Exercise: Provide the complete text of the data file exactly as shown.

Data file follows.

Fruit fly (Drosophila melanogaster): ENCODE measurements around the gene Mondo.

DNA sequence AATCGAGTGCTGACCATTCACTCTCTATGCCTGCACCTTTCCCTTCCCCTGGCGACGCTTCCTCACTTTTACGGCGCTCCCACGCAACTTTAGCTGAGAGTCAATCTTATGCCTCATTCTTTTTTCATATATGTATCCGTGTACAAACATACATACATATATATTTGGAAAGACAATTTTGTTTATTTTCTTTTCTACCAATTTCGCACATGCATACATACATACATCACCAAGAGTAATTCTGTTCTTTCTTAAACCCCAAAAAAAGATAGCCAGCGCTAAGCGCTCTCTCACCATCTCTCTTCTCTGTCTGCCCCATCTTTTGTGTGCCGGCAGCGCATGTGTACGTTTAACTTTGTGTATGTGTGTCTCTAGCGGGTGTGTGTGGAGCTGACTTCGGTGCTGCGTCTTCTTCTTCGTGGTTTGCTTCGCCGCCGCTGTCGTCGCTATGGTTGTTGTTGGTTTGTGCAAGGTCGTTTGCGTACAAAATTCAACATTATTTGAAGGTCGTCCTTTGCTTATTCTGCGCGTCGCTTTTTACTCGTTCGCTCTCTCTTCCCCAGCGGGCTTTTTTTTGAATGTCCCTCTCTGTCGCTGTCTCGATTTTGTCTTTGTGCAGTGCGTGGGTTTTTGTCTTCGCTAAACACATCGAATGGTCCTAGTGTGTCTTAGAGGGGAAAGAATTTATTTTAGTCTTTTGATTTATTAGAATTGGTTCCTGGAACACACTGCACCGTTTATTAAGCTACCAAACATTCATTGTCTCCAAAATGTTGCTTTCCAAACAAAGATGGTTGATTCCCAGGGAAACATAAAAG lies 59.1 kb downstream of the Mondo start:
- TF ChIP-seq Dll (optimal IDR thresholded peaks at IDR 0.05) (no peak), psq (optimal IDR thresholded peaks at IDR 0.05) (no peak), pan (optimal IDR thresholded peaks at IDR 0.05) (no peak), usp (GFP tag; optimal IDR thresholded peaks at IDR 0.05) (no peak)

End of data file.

Fruit fly (Drosophila melanogaster): ENCODE measurements around the gene Mondo.

DNA sequence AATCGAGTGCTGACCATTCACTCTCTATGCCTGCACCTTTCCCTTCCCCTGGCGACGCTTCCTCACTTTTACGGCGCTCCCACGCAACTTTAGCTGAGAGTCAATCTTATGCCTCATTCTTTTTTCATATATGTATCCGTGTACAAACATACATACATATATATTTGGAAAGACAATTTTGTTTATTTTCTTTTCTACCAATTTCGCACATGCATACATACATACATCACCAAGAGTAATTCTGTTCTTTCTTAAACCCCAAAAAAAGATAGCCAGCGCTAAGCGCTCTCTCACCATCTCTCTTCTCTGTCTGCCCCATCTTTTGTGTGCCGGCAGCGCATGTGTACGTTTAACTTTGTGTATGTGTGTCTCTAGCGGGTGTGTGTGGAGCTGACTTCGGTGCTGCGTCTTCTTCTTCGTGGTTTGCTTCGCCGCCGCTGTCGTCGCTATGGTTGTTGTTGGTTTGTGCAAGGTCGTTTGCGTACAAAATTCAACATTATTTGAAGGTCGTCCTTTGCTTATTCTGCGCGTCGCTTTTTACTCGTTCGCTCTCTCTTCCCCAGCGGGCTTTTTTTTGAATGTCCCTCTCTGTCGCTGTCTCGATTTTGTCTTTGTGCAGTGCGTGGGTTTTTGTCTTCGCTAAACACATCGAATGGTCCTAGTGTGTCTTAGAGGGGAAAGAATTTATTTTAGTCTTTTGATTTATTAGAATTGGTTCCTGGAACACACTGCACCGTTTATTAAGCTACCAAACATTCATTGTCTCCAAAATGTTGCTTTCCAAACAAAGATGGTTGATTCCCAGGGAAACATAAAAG lies 59.1 kb downstream of the Mondo start:
- TF ChIP-seq Dll (optimal IDR thresholded peaks at IDR 0.05) (no peak), psq (optimal IDR thresholded peaks at IDR 0.05) (no peak), pan (optimal IDR thresholded peaks at IDR 0.05) (no peak), usp (GFP tag; optimal IDR thresholded peaks at IDR 0.05) (no peak)